13. andrew says:

    I forgot also the protection of undercover operations as a motivating factor for Tiahrt.

  14. Sebastian says:

    The main reason the police union and ATF are against releasing it is to protect investigations. The main reason the NRA is against releasing it, is because cities in the past have used it to sue manufacturers and dealers who aren’t necessarily breaking the law because of trace data. The ATF has also been rather pissy about people drawing conclusions from it, and so probably wouldn’t be too pleased with me for doing it either, though I understand why none of my conclusions are scientific or even all that valid.

    I think the kind of data the ATF is releasing here is fine, as long as they keep putting the big disclaimer on it. I can understand why general access to it could compromise investigations. Mayor Bloomberg doesn’t like it, but going after interstate trafficking is what the ATF does for a living, and is kind of beyond what New York City should be getting involved in.

  15. DaveP. says:

    Practically speaking, it is almost impossible to competely remove the serial numbers from a firearm. Even in cases where the numbers have been “filed” or otherwise effaced, they can be brought back into readable condition. “No numbers, no trace” is a nonstarter.

  16. Sebastian says:

    That’s not true in all cases, and that assumes that the police are going to pay a lab to lift the serial number. Since most traces aren’t initiated because of a serious crime, I doubt they are doing serial number restoration on any significant number of firearms. So for practical purpsoes, no serial number will mean no trace.

  17. Henry Bowman says:

    It seems obvious that not all the firearms that are legally sold [not on a ‘black market’] will end up in ATF’s listings. A huge number of firearms are simply sold by one individual to another, with no paperwork involved. I guess I am missing something here…

  18. Sebastian says:

    That’s true. What the trace gives you is the last person to buy the gun at retail. It doesn’t lead you to the last person who possessed the gun.

  19. John Doe says:

    “In addition, any private transfer of a handgun in Pennsylvania that doesn’t involve a licensed dealer or a Sheriff as an intermediary, to conduct the paperwork and the background check, is a felony.”

    So if one’s father dies, one cannot simply go and get his father’s firearms, which was the father’s wish?
    One must curtsey to the Police State that keeps an illegal gun registry?

  20. Sebastian says:

    In Pennsylvania, you can inherit firearms without any problem. There are exceptions.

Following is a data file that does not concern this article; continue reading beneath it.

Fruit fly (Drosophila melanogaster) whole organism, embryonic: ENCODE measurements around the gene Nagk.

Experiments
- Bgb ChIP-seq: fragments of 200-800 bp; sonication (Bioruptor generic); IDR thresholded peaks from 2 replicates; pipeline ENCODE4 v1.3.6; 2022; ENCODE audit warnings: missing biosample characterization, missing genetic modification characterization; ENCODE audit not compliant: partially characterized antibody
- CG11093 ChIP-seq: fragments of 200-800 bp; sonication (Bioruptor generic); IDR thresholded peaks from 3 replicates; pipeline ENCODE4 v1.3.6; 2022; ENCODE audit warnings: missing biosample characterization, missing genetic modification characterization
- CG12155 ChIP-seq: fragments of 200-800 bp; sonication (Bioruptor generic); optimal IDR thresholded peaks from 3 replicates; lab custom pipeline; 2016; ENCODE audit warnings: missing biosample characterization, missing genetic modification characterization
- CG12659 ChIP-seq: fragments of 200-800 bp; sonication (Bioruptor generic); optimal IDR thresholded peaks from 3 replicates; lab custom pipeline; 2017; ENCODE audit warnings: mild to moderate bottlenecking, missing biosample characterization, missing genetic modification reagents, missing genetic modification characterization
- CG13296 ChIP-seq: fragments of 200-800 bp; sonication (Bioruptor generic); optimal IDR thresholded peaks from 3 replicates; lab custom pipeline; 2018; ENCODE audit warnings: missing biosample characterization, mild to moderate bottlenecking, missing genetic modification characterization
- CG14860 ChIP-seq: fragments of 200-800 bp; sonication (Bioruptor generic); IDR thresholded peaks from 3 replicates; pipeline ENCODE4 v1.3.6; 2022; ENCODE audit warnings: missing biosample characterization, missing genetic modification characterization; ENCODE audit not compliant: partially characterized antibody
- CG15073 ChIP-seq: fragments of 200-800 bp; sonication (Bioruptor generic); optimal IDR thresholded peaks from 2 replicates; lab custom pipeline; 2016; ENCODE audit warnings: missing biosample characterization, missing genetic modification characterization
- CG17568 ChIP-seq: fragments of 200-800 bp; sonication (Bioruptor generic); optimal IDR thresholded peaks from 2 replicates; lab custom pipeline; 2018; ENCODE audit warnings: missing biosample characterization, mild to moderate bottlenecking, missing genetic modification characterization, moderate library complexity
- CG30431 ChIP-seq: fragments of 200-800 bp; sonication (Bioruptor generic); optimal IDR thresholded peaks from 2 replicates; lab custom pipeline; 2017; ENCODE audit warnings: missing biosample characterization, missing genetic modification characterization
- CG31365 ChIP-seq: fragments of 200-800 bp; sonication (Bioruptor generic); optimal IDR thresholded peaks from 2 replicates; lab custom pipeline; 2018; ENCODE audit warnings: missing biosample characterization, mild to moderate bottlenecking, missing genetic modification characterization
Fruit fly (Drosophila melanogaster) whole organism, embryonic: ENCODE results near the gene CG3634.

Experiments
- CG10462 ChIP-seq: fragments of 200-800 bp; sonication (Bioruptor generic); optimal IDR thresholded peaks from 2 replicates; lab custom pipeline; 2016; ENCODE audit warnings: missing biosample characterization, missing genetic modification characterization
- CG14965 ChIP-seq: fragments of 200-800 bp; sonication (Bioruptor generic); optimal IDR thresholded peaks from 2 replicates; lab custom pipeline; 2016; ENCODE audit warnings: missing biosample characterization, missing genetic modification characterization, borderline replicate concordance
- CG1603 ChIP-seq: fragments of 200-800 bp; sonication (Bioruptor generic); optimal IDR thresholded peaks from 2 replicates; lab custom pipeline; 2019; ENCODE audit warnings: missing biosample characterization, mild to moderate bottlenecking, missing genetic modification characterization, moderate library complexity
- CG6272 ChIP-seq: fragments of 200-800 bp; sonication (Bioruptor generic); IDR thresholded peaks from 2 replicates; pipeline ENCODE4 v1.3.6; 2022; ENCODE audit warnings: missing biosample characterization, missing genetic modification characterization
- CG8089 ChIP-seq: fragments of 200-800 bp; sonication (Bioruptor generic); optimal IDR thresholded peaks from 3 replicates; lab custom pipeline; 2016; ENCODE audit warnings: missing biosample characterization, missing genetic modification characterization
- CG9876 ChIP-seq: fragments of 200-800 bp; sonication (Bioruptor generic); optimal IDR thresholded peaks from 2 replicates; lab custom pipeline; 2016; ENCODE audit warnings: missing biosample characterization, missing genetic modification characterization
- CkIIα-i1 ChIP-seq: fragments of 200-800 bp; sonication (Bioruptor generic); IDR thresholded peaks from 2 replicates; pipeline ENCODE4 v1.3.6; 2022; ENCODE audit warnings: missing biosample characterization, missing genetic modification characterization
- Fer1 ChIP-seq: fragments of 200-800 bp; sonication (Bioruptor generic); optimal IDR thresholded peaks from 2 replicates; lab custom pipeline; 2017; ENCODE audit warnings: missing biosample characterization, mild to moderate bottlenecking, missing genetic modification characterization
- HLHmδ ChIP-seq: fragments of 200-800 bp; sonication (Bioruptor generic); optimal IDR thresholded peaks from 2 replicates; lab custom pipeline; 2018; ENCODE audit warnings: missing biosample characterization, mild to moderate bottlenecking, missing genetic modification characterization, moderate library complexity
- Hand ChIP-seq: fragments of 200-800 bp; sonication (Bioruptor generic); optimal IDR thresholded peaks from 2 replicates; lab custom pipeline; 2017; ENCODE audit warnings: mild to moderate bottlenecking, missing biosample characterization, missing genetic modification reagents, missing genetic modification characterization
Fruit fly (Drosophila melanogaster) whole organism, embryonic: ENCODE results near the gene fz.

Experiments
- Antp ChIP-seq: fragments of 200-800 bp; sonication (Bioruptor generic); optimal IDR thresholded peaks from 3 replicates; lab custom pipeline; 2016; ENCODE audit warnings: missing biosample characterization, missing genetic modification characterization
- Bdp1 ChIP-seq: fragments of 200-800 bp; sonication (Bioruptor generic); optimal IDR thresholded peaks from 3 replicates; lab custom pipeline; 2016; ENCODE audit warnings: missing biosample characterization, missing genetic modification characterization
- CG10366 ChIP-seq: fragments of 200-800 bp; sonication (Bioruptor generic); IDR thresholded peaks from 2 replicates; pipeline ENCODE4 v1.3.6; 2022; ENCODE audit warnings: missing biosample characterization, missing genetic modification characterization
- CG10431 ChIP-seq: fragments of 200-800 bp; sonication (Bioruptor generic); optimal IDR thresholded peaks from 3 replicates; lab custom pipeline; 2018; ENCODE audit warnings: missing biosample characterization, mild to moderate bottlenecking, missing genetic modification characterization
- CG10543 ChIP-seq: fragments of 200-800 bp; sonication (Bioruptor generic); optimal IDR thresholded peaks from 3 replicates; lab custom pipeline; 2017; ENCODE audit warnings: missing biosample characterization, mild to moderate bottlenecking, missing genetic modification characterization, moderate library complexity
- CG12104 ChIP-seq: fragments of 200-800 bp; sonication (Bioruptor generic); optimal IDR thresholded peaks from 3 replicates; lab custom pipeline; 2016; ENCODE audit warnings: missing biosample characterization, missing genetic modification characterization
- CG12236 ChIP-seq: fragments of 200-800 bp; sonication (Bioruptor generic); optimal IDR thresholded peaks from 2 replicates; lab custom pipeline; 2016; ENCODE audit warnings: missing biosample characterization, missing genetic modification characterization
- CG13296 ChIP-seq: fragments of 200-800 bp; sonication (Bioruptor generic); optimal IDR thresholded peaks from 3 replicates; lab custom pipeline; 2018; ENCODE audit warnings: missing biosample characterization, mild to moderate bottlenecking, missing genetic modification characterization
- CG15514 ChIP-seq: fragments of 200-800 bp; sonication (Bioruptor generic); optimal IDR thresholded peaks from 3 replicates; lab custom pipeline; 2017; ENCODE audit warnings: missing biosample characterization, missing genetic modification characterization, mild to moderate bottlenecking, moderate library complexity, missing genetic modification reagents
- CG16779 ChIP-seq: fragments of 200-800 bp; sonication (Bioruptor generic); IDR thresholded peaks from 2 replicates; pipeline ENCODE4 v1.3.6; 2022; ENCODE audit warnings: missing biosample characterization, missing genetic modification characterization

21. countertop says:

    Its pretty easy to recover the serial number – both because it usually occurs in multiple places (and is only removed in one) and also because of the way serial numbers are put on the guns it doesn’t take much to expose them after they’ve been scratched off.

    If a gun comes in with a scratched out serial number, they are going to send it in to get the number. For a bureaucrat, a paper work type violation like that is even worse than murder since it goes straight to the reason for their very existence.

    Also, I don’t understand your time to crime numbers. Are you saying nearly a quarter (22%) of guns sold in Virginia end up being traced within a year?? That doesn’t sound right, especially if the average time is 8+ years from purchase for gun’s traced. If it did, it would validate what the Blooming idiot is claiming.

  22. Sebastian says:

    It is indeed 22% Of 4870 traces that fit that category, 1110 were sold less than a year prior. The mean is still 8+ years.

  23. andrew says:

    I’m working off a crude spreadsheet here, but it looks like there is a range in the percentage of recovered guns that are successfully traced from as low as 37% in Iowa to as high as 72% in Indiana. An unweighted average for the country is 60%. It’s a crude approximation, but roughly 40% of all guns recovered in this country are either not traced or not traceable. Do you think that’s because police don’t place a high priority on completing the traces, or is it because those guns are untraceable (because they’re too old, too corroded, had serial numbers removed.) Or does ATF have this data and just not release it? I’m curious if people have any intuitions about what makes up the bulk of that 40%…

  24. Sebastian says:

    Traces aren’t completed by police, they are completed by manufacturers, distributors and dealers. All FFLs are required to keep records of their firearm transfers is a book called “Acquisitions and Disposition Record”, dealers, additionally, are required to keep form 4473 that the customer fills out when he purchases a firearm at retail, in addition to checking the person’s criminal record with the background check system.